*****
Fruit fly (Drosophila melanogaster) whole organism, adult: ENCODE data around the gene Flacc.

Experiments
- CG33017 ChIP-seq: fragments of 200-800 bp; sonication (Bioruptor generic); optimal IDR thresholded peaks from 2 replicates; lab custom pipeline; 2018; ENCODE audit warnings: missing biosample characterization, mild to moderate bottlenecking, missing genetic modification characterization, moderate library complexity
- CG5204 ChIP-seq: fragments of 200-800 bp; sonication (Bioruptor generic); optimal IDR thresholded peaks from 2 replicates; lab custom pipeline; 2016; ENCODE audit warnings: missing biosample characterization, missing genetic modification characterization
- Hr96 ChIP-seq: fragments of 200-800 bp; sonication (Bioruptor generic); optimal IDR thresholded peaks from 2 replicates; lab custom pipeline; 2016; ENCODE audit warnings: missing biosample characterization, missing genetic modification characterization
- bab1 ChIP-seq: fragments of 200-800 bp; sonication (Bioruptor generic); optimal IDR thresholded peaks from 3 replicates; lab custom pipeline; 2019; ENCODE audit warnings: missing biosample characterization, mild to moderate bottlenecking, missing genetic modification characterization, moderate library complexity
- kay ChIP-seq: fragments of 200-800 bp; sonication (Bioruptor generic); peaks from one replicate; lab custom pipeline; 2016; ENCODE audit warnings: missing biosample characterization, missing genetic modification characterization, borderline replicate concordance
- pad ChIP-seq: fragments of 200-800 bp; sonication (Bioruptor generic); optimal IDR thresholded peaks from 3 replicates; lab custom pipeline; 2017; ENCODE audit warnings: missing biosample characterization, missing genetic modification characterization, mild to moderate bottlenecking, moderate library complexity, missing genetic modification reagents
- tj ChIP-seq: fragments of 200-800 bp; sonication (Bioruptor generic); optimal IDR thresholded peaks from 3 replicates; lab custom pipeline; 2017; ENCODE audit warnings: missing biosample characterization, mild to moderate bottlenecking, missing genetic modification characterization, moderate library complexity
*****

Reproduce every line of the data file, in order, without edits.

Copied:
Fruit fly (Drosophila melanogaster) whole organism, adult: ENCODE data around the gene Flacc.

Experiments
- CG33017 ChIP-seq: fragments of 200-800 bp; sonication (Bioruptor generic); optimal IDR thresholded peaks from 2 replicates; lab custom pipeline; 2018; ENCODE audit warnings: missing biosample characterization, mild to moderate bottlenecking, missing genetic modification characterization, moderate library complexity
- CG5204 ChIP-seq: fragments of 200-800 bp; sonication (Bioruptor generic); optimal IDR thresholded peaks from 2 replicates; lab custom pipeline; 2016; ENCODE audit warnings: missing biosample characterization, missing genetic modification characterization
- Hr96 ChIP-seq: fragments of 200-800 bp; sonication (Bioruptor generic); optimal IDR thresholded peaks from 2 replicates; lab custom pipeline; 2016; ENCODE audit warnings: missing biosample characterization, missing genetic modification characterization
- bab1 ChIP-seq: fragments of 200-800 bp; sonication (Bioruptor generic); optimal IDR thresholded peaks from 3 replicates; lab custom pipeline; 2019; ENCODE audit warnings: missing biosample characterization, mild to moderate bottlenecking, missing genetic modification characterization, moderate library complexity
- kay ChIP-seq: fragments of 200-800 bp; sonication (Bioruptor generic); peaks from one replicate; lab custom pipeline; 2016; ENCODE audit warnings: missing biosample characterization, missing genetic modification characterization, borderline replicate concordance
- pad ChIP-seq: fragments of 200-800 bp; sonication (Bioruptor generic); optimal IDR thresholded peaks from 3 replicates; lab custom pipeline; 2017; ENCODE audit warnings: missing biosample characterization, missing genetic modification characterization, mild to moderate bottlenecking, moderate library complexity, missing genetic modification reagents
- tj ChIP-seq: fragments of 200-800 bp; sonication (Bioruptor generic); optimal IDR thresholded peaks from 3 replicates; lab custom pipeline; 2017; ENCODE audit warnings: missing biosample characterization, mild to moderate bottlenecking, missing genetic modification characterization, moderate library complexity